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In exchange for his help passing the most far-reaching climate law in U.S. history, Senator Joe Manchin hoped to fast-track a 303-mile natural gas pipeline that’s being built in his home state of West Virginia. Those hopes were dashed yet again on Monday, when a federal appeals court ruled that the pipeline’s threats to water quality have not been adequately accounted for.
The U.S. 4th Circuit Court of Appeals has frequently ruled against the Mountain Valley Pipeline, or MVP, which will deliver natural gas from the shale fields of northern West Virginia to southern Virginia, over the last few years. The pipeline requires permits demonstrating its compliance with environmental laws from a slew of state agencies in both Virginia and West Virginia as well as the federal government. Last year, the court revoked permits granted by the U.S. Forest Service, Bureau of Land Management, and Fish and Wildlife Service. When the pipeline company requested a new three-judge panel to reconsider its permits, the court shot down the request.
The latest legal skirmish is over whether the West Virginia Department of Environmental Protection inappropriately issued the pipeline company a compliance certificate required by the Clean Water Act. The litigants, which include the Sierra Club and the nonprofit Appalachian Voices, allege that the department did not adequately consider whether the pipeline would degrade water quality as well as the pipeline company’s compliance history. The project crosses a number of waterways, and its construction is estimated to affect about five miles of streams and 12 acres of wetlands. Despite state inspectors finding several water-quality violations and bringing enforcement action against the pipeline in recent years, the Department issued the certification. The court concluded that decision was “arbitrary and capricious” on Monday.
“[T]he Department’s conclusion that the pipeline project will not violate water quality standards appears wholly unreasonable,” the judges said. “None of the Department’s explanations either in this litigation, or — more importantly — in the certification itself reflect its reasonable assurance that MVP’s past violations will not be an impediment to its compliance with state water quality standards.”
Equitrans Midstream Corporation, the pipeline operator, has claimed construction is more than 90 percent complete. On a call with investors in February, CEO Thomas Karam said the company hopes to secure all the necessary permits this summer and finish construction this year.
The ruling may mean delays in that timeline. Without the water-quality certification from West Virginia, the U.S. Army Corps of Engineers cannot issue a related water-quality permit that the pipeline needs. The pipeline is also awaiting authorization from the U.S. Forest Service to cross the Jefferson National Forest, which is on the border between West Virginia and Virginia.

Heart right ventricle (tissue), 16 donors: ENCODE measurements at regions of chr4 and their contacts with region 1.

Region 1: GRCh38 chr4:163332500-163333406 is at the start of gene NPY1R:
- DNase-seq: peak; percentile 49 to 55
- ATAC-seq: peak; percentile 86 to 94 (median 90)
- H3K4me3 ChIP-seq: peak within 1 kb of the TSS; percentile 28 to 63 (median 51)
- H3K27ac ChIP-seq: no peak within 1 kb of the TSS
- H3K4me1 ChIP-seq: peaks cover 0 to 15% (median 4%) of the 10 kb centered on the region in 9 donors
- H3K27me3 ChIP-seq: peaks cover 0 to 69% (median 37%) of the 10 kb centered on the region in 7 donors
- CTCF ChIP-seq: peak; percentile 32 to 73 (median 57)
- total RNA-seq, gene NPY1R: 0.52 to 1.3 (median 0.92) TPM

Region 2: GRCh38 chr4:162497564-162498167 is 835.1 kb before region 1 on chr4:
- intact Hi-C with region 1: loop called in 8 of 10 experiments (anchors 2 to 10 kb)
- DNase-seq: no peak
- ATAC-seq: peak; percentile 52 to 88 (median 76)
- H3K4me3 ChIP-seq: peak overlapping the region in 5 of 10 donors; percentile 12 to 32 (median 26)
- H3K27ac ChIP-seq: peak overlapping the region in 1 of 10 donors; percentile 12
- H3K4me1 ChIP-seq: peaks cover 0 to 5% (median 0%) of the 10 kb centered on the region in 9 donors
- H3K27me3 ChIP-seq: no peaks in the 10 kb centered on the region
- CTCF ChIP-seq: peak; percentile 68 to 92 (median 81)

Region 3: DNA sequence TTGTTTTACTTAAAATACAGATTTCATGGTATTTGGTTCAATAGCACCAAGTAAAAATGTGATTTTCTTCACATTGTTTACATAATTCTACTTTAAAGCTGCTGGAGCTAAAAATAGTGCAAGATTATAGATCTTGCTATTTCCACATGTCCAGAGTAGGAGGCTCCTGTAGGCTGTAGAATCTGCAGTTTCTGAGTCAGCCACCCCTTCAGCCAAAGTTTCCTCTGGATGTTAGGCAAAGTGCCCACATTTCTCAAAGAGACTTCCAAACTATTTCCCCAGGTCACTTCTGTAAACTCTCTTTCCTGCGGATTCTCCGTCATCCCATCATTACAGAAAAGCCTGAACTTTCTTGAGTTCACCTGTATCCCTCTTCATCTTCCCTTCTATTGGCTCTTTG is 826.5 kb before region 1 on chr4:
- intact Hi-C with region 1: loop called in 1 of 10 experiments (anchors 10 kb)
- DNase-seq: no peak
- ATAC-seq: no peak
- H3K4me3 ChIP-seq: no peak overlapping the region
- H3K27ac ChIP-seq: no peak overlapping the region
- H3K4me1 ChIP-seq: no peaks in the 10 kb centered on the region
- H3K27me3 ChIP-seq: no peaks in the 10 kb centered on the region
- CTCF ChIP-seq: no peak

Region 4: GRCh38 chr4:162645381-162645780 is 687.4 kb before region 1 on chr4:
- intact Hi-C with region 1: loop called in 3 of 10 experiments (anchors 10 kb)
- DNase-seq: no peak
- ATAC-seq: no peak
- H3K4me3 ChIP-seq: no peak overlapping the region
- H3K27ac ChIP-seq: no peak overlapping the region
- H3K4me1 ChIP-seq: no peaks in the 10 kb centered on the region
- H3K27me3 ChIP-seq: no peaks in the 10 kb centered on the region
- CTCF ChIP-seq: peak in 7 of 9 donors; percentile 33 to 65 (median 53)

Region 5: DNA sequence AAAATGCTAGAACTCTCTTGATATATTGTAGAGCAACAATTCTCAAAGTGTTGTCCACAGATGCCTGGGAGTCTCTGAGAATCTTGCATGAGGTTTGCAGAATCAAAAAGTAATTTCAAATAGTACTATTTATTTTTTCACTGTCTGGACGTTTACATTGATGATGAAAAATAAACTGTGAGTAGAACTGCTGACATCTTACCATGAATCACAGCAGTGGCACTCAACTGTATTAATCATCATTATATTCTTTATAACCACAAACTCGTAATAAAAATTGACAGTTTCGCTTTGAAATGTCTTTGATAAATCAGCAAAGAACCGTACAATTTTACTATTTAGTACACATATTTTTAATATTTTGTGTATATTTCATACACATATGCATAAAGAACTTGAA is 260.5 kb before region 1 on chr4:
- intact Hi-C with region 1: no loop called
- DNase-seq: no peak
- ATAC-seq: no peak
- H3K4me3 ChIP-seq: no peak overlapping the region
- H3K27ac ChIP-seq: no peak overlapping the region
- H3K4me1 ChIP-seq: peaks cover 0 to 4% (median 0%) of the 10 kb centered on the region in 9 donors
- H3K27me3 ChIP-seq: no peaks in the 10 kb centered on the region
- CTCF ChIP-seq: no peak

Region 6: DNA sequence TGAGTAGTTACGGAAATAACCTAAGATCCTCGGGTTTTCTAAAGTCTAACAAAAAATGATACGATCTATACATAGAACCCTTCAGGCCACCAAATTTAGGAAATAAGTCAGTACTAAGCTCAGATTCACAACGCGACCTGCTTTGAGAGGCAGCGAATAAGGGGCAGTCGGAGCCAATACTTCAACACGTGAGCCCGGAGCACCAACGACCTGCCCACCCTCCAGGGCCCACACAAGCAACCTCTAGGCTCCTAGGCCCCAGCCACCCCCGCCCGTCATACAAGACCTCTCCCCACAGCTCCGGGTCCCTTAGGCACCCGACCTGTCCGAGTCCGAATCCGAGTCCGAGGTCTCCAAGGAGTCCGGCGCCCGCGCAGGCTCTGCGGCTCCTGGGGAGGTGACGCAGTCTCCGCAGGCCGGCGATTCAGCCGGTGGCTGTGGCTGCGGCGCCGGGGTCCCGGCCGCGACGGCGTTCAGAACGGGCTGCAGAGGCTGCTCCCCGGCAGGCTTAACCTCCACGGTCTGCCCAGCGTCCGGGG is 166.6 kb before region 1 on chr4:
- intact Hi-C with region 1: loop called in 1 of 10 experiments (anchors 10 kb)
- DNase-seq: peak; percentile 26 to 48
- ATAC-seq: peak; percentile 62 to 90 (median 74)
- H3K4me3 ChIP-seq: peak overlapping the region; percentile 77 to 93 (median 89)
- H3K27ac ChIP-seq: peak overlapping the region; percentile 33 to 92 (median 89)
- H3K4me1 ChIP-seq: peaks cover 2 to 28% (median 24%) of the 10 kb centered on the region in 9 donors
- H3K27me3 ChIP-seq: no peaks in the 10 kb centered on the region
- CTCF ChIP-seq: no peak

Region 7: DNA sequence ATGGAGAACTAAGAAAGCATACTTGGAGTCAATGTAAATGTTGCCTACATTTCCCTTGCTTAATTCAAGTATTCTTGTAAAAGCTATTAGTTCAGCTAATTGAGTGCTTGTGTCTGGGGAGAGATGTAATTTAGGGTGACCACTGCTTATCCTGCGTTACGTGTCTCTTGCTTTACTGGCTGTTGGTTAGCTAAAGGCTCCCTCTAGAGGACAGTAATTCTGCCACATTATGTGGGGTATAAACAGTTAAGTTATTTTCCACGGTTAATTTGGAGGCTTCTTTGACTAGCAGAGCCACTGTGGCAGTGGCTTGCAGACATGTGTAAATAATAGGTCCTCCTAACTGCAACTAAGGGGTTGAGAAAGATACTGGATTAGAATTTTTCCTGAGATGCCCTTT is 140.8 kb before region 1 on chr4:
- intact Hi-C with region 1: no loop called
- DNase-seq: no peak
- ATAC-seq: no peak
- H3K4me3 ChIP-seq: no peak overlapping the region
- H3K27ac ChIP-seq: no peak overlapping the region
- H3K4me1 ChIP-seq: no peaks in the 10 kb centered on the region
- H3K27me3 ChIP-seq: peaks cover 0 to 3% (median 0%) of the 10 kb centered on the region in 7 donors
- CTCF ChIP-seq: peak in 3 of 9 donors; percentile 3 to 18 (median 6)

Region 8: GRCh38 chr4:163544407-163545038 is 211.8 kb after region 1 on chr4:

The pipeline has had some wins in the last month. The U.S. Fish and Wildlife Service issued a revised opinion last month finding that pipeline construction won’t harm the candy darter fish and five other threatened and endangered species. The 4th Circuit also upheld a water-quality certificate issued by regulators in Virginia last week.
Given the many roadblocks created by the 4th Circuit, Senator Joe Manchin attempted to move legal battles over the pipeline to the potentially more friendly D.C. Circuit Court last year. During negotiations over the Inflation Reduction Act, the sweeping legislation passed by Congress that is expected to dramatically reduce carbon emissions nationwide by the end of the decade, Manchin floated legislation that streamlined permitting for major energy projects. The proposal included a provision that exempted the Mountain Valley Pipeline from various environmental laws and gave the D.C. Circuit jurisdiction over future litigation. However, the legislation never gained traction in Congress.
In response to the 4th Circuit’s ruling this week, Manchin issued a statement calling it “infuriating to see the same 4th Circuit deal yet another setback for the Mountain Valley Pipeline project and once again side with activists who seem hell-bent on killing any fossil energy that will make our country energy independent and secure.”
Advocates who have long battled the pipeline and have brought multiple lawsuits against the project cheered the decision. “West Virginia communities have endured Mountain Valley Pipeline’s damage to their water resources and environment for far too long,” said Jessica Sims, Virginia field coordinator for Appalachian Voices, an environmental nonprofit, in a press release. “This ruinous project must be canceled.”
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